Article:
Paper No. 4-6
Presentation Time: 9:45 AM
EFFECTS OF URBANIZATION AND LAND USE CHANGE ON HYDROLOGIC FLOW REGIME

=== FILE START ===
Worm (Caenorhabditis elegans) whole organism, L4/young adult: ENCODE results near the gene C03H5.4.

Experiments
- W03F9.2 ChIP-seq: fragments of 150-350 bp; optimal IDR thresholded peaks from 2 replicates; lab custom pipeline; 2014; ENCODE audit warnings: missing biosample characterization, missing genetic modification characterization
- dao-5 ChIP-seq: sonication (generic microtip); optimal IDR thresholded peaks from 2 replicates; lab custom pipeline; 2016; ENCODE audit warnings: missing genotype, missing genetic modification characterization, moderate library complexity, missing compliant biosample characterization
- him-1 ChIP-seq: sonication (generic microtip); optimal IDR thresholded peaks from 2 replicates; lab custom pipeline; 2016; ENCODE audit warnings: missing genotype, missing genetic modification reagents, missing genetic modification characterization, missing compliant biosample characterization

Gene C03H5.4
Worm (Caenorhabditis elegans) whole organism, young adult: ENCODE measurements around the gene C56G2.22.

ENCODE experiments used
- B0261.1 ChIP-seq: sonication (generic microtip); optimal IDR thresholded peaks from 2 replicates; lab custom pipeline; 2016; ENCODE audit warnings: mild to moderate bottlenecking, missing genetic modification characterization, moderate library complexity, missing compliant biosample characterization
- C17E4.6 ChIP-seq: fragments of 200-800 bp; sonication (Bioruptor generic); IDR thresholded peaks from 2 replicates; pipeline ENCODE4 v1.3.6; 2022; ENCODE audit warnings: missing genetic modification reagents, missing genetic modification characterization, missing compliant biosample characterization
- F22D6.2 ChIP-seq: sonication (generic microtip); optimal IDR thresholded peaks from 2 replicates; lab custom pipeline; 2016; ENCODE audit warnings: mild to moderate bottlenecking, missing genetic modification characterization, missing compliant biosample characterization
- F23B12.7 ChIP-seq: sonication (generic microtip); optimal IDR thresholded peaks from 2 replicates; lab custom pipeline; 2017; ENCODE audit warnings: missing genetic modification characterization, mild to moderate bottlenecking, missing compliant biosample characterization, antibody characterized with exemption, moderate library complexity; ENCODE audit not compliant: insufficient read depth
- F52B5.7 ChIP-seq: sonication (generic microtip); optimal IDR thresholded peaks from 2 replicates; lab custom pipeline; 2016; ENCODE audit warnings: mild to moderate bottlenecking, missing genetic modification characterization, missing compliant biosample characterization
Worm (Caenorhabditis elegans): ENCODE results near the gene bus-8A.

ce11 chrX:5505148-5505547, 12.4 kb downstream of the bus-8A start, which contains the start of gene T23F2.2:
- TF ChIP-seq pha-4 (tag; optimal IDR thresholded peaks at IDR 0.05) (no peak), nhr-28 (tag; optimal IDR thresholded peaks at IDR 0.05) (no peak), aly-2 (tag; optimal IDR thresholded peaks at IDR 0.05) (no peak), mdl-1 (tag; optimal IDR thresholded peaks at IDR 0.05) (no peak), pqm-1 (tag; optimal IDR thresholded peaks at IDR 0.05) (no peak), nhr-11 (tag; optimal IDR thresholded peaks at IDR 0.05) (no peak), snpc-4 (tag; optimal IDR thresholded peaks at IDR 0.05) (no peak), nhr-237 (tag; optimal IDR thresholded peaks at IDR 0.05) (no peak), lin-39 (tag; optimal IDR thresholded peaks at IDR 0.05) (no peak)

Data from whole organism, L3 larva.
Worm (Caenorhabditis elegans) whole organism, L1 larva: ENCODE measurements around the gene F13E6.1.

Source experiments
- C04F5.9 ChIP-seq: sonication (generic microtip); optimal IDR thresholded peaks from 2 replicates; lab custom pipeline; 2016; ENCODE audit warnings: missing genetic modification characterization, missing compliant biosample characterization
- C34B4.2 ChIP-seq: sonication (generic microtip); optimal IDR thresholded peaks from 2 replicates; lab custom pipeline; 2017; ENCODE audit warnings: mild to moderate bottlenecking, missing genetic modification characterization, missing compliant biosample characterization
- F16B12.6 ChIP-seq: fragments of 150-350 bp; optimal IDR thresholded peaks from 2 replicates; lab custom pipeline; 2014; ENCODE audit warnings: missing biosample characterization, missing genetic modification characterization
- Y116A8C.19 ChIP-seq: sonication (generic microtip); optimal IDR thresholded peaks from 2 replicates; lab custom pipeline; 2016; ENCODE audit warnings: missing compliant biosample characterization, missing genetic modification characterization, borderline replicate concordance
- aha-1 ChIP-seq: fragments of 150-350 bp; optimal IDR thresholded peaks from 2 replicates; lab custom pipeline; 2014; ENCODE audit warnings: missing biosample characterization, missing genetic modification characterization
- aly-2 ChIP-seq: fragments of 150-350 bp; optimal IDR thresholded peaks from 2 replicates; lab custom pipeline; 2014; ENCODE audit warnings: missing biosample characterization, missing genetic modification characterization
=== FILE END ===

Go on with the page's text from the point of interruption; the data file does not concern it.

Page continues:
Population growth and urbanization are major threats to the sustainability of water resources systems. This process increases impervious surfaces of watersheds which results in more surface runoff and less infiltration, increasing risk of floods during storm events, and also reduce the base flow of rivers and the recharge of aquifers. One of the elements that plays a key role in this process is land use. Most of the models consider land use as a static parameter. However, land use in fast growing cities is dynamic and have profound impacts in the main hydrologic processes. This study proposes the use of a Cellular Automata (CA) to represent land use change and its interactions with the hydrologic cycle. The CA land use change model represents urban sprawl by calculating the likelihood of changing the state of an undeveloped cell to urban based on spatial factors such as number of developed neighbors, distance to roads and central areas. The CA model is connected to a hydrologic model, Soil and Water Assessment Tool (SWAT), to assess impacts of land use change on streamflow and also observe how much dynamic land use change incorporation within watershed modeling improve model simulations by considering different criteria such as NSE, PBIAS, and RSR. This method was applied in two urban watersheds in San Antonio, TX (Salado Creek and Leon Creek) which is experiencing one of the highest rates of population growth in the US and faces tremendous stormwater and drought challenges.